Rain Bird is introducing the new Integrated Sensor System™, a multi-component soil sensing system that provides snapshots of soil conditions and the ability to automatically adjust irrigation system run times.
New system delivers absolute soil sensing and real-time central control integration
As superintendents know, each golf course is different, with its own complex ecosystem, wet and dry areas, varying soil conditions, compaction levels and turf issues. While advanced central control systems make it possible to manage irrigation throughout the course from one computer, these systems do not measure soil conditions where they matter most— in the root zone. That’s why Rain Bird is introducing the new Integrated Sensor System™ (ISS), a multi-component soil sensing system that provides accurate snapshots of soil conditions and the ability to automatically adjust irrigation system run times.
The ISS provides valuable information that superintendents can use to make wise turf maintenance decisions from the comfort of their offices. “The ISS takes irrigation system control technology to a new level, helping to ensure the most consistent playing conditions and improved course sustainability,” said Bruno Quanquin, product manager for Rain Bird’s Golf Division. “Because superintendents know exactly what’s going on with their turf, they can successfully manage irrigation while potentially reducing water, fertilizer, herbicide and pesticide costs for an improved bottom line.”
The ISS is the only soil sensing system in the industry that delivers real-time full central control integration. Sensors transmit soil moisture, salinity and temperature data to the system’s Soil Manager software, which in turn works with the course’s central control system to make real-time decisions about when and how long to irrigate. Because of its full integration with Rain Bird central control software, the ISS can automatically set individual station run times based on changes in soil moisture. Because superintendents define all the parameters, they retain total, customized control of their irrigation systems at all times.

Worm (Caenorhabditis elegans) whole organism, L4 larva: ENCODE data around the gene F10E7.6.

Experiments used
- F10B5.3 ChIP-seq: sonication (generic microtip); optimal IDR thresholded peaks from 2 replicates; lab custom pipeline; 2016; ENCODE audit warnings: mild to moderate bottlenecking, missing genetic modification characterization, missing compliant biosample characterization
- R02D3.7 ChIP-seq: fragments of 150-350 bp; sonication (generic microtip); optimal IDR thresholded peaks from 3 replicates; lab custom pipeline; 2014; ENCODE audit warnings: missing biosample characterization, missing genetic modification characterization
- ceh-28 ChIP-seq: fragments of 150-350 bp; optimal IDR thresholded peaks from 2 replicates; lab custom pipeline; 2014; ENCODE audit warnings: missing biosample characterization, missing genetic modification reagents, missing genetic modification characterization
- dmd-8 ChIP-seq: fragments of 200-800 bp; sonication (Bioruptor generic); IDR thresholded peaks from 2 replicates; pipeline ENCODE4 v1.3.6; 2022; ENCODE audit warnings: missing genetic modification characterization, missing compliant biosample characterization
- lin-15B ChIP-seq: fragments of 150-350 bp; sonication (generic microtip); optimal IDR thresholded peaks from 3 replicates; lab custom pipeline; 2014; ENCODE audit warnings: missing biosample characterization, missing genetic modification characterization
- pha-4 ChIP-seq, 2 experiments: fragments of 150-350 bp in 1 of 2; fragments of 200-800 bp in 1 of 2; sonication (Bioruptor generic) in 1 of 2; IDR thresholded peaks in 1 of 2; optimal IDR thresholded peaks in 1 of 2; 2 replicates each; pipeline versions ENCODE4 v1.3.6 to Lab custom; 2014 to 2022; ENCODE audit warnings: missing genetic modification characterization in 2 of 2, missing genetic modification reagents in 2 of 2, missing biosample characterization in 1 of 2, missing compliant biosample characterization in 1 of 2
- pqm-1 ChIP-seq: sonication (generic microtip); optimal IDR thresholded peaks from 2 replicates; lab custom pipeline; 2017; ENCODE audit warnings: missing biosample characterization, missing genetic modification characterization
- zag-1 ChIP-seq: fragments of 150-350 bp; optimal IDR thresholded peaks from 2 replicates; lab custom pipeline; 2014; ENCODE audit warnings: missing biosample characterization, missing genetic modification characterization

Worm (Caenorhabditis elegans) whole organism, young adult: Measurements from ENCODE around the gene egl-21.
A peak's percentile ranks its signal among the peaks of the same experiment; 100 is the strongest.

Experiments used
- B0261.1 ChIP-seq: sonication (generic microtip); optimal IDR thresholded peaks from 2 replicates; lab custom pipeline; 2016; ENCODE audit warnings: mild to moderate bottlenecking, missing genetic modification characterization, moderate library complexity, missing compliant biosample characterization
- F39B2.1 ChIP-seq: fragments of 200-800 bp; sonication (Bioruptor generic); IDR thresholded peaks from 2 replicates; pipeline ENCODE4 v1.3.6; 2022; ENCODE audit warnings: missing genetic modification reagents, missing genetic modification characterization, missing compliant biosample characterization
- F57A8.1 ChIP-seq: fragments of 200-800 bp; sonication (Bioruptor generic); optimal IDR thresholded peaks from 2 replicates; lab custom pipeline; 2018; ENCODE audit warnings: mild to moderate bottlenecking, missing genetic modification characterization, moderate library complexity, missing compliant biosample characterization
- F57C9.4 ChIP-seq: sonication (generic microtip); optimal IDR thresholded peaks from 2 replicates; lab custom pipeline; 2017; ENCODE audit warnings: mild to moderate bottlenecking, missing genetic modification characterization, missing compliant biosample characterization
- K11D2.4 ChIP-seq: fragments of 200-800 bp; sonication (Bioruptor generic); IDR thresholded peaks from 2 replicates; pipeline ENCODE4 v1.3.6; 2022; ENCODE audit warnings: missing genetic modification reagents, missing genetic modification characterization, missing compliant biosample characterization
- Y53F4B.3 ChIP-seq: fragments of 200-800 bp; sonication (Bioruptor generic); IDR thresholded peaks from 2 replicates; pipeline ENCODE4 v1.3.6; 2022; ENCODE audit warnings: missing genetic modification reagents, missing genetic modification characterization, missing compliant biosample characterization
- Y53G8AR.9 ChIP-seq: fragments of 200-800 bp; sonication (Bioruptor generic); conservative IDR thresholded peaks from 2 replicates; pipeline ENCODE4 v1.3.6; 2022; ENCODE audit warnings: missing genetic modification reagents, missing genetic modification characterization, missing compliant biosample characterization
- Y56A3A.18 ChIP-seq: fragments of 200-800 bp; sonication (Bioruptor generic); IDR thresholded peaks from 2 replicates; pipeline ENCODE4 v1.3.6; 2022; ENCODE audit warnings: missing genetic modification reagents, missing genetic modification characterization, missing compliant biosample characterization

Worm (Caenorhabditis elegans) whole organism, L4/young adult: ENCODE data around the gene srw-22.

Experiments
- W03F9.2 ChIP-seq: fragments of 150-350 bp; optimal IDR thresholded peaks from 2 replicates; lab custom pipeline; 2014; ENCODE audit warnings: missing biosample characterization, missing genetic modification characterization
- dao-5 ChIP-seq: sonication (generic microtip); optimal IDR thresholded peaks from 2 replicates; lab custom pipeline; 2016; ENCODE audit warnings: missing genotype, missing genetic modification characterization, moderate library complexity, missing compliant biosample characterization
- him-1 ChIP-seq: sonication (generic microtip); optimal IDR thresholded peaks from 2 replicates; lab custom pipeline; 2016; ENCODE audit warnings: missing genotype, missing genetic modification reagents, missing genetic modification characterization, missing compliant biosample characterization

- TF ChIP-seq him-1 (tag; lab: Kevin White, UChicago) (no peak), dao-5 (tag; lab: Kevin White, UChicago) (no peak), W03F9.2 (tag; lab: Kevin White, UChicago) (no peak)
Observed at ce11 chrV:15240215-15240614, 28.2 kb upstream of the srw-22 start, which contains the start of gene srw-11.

Located in important areas on the course, the system’s Data Loggers receive and store data from up to 18 sensors each, transmitting the information through a wireless mesh communication network to the Soil Manager Software. If transmission is impeded by long distances, undulating terrain or line-of-sight obstructions, information is routed through a Data Repeater on the course to the computer. The number of Data Repeaters installed on a course will vary depending on the number of sensors and course topography. Signal range and strength can be extended with additional Data Repeaters.
The Data Logger displays sensor data on a large LCD screen with an extensive menu. Superintendents can read the sensor information at the Data Logger and immediately evaluate soil conditions without having to return to their office computers. Data is backed up on the Data Logger’s SD card, keeping it safe even in the event of a power outage. Data is also stored on the course’s irrigation computer, eliminating the need to subscribe to expensive third-party Internet monitoring services.
Each system’s Data Logger also provides power to the sensors, making it unnecessary to dig up the greens after a few years to replace sensor batteries as in competitive sensing systems. Plus, unlike those competitive technologies, Rain Bird sensors provide accurate readings immediately after installation with no need for calibration..
“Research has shown that some superintendents want the valuable information provided by sensing systems, but they don’t have the budget to purchase a large number of sensors all at once,” Quanquin explained. “That’s why we made the ISS easy to expand. Superintendents can start with one sensor and then add to their systems as demand and budget permit.”
The Integrated Sensor System is the latest innovation to build on Rain Bird’s Intelligent Use of Water™ legacy. Thanks to absolute soil sensing and full central control integration, the ISS can greatly reduce water use while also saving valuable time, labor, fertilizer, herbicide and pesticide. “All of the benefits of using the ISS come down to one very important objective,” Quanquin said. “And that’s a more playable course with consistent playing conditions that lead to both a better golfing experience and greater profitability.”